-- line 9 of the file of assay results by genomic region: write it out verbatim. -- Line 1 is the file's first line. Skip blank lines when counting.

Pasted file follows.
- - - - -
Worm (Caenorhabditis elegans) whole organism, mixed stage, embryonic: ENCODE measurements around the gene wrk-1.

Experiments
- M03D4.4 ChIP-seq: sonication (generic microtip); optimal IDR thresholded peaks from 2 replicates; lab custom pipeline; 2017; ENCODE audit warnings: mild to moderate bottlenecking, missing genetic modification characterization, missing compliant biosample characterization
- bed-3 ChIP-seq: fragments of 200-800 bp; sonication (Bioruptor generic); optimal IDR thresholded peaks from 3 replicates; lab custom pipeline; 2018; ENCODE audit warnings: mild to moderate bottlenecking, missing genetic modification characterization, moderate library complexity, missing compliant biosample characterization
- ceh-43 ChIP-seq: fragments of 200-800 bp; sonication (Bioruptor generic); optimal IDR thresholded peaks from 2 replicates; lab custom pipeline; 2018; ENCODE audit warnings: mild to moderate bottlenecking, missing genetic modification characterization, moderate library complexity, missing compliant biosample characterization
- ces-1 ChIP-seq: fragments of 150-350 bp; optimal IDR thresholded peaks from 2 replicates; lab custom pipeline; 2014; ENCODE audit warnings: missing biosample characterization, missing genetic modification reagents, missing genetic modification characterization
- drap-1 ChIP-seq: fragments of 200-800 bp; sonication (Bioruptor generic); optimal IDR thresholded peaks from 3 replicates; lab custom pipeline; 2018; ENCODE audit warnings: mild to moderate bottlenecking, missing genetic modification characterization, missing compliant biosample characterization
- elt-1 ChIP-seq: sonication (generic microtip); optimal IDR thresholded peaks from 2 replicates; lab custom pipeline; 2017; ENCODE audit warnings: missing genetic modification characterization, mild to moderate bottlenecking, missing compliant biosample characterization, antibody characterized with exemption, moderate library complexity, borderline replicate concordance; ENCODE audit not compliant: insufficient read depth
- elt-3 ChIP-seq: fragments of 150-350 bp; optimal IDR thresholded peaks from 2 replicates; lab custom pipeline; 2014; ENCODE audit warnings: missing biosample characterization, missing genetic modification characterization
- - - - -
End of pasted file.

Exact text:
- elt-3 ChIP-seq: fragments of 150-350 bp; optimal IDR thresholded peaks from 2 replicates; lab custom pipeline; 2014; ENCODE audit warnings: missing biosample characterization, missing genetic modification characterization